Here at Inner Alchemy the motto is: The subtle art of self-transformation.
But being a follower of the teachings of the Buddha [aside: I don’t identify as a Buddh-ist as such as I am all about non-identification], but being an ardent admirer and profoundly grateful for the teachings of the awakened one (the literal meaning of the term ‘Buddha’), I accept that the concept of a self is nothing more than that: a concept.
What is our ‘self’, when we really come to think of it? Is it our name? Is it our birth date, is it the city we were born in, our astrological sign, is it the family we come from? Or is it our personality (constantly changing), our likes and dislikes (attraction and aversion also in a constant flux), our friends (also changing), our job (less fixed these days than ever before)? When we look at what comprises the self as we like to think of ourselves, we see that none of these things, whether they are facts (our date or birth, our name etc.) or constantly changing states, actually define who we are.
So when we speak of self-transformation, what are we really referring to?
Is it the act of changing our personality? Or perhaps changing our belief systems (which will then often change our personality), changing the way we live our lives or changing how we spend our time or the focus of our days?
It is all of these things. But if we dig down to the roots of the self (which first formed as a small self seed and then grew into a self sapling before becoming a full blown self tree) and we uproot that self, then what are we left with?
Emptiness: A scary and exciting place where everything is possible and nothing is certain.
Hmmm….. sounds a bit like life.
An interesting way to play with the concept of self is through make believe and play acting. I have a friend who loves nothing more than dressing up and doing makeup. In doing so he transforms himself and others into a whole new version or iteration. Recently I was the model for an impromptu ‘someone’ from the 80’s (we were not quite sure who exactly).
Last year I was the model for his makeup final exam and he dressed me up as Marie Antoinette. I was in six inch patent plastic boots, wearing a curly blond wig that made me taller than almost any man and was dressed in a corset and bodice that stuck my chest out in a way that was far beyond my comfort zone. During the process of becoming Marie Antoinette a la Christian, I experienced a certain lightness. Heavy things (my ideas about who I was) were dropping away by the minute. By the time my friend was done, and I stood up to my full 10 feet or so tall, I felt like, well, someone else: another self.
And I realised that this must be a big part of the beauty of being a model or an actor, that you are able to try on different selves for a day or week or longer, and this frees up your ‘original’ self for transformation when you come back to him or her. Maybe you can take a little of Marie Antoinette back into your every day life (without, hopefully, running the risk of getting your head chopped off at the guillotine alongside that of your beloved). Maybe you can add a little zest or a little sass to your every day routine.
Maybe you can make and offer cakes to your friends more often and act as if you are wearing six inch heels if someone tries to make you feel small?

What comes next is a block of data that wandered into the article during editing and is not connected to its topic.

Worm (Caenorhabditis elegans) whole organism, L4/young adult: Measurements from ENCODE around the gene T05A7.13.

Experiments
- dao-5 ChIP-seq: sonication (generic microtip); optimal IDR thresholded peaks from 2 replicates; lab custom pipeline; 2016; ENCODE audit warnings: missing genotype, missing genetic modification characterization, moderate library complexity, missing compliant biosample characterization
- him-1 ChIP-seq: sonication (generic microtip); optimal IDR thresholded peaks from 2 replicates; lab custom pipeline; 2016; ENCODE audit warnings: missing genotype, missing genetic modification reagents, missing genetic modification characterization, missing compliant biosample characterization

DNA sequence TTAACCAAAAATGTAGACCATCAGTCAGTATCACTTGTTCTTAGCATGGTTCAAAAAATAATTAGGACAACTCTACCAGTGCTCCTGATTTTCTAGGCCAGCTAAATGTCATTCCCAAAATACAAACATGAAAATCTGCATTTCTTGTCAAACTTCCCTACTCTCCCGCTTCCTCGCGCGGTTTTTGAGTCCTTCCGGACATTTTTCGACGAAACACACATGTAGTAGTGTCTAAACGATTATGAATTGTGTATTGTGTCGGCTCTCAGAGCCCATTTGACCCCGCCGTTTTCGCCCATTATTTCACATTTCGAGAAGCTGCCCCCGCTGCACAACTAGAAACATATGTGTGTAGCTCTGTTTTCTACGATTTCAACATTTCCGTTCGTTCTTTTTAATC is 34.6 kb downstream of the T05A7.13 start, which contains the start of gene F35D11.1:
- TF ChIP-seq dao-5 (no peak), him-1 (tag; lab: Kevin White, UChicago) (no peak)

The teaching of Non-Self by the Buddha according to Wikipedia refers to:
the doctrine of “non-self”, that there is no unchanging, permanent self, soul or essence in living beings
Along with Dukkha (unsatisfactoriness or sometimes ‘suffering’) and Anicca (impermanence), it is one of the three ‘Right Understandings’ of the Buddha’s teaching.
The word Anatta has within it the teaching.
An meaning ‘not’ or without and ‘atta’ (soul). The Buddha teaches that the belief in the concept of a self actually causes Dukkha (suffering).
The belief in a self gives rise to possessiveness, and the ideas of me and mine (attachment) which give rise to Dukkha (suffering). If I am a self which has possessions which I am attached too, then the losing of them will cause me to suffer, whether those attachments are thoughts, beliefs, feelings, people, things, experiences or situations (jobs, careers etc.).
One of the best teachings on non-self was from my first ever Vipassana retreat with Steve and Rosemary Wiseman. Steve gave the example of somebody stealing your neighbour’s car. You may hear the news and be sorry for your neighbour but it won’t really upset you too much. The thought in the mind is: ‘Oh, somebody’s car has been stolen.’ But if it is your car, and you are attached to the car – it is part of your identity and your ‘self’ then if someone steals it you will be quite upset.
What is the difference between the two situations?
What if, instead of saying ‘Oh, my car has been stolen’, you could say, ‘Oh, a car has been stolen.’ You take out the self and the idea of ‘mine’, and suddenly it’s just a fact. There is no drama or sadness. If there is no self, there can be no possessiveness.
And if there is no self, then the ideas about the personality are also not truth. The idea that your hidden beliefs in your inherent unworthiness or your not-good-enough-ness can be seen through for what they are; not core parts of your permanent and unchanging self, but just false negative self concepts that your consciousness has created.
Question them, and enquire into their truth or falsity and see what happens in the external experience (life) of the consciousness that is you :).
Everyone will have a different road into the subtle art of self transformation. For some it may be easy to go straight to the concept of Anatta and experience a profound shift in consciousness from the the small s self of the ego, to a bigger sense of who you are, but for others they will need to go through the psychological un-doing of the wounds inflicted by false beliefs. There is no right or wrong way, and all roads lead to the same place: inner freedom.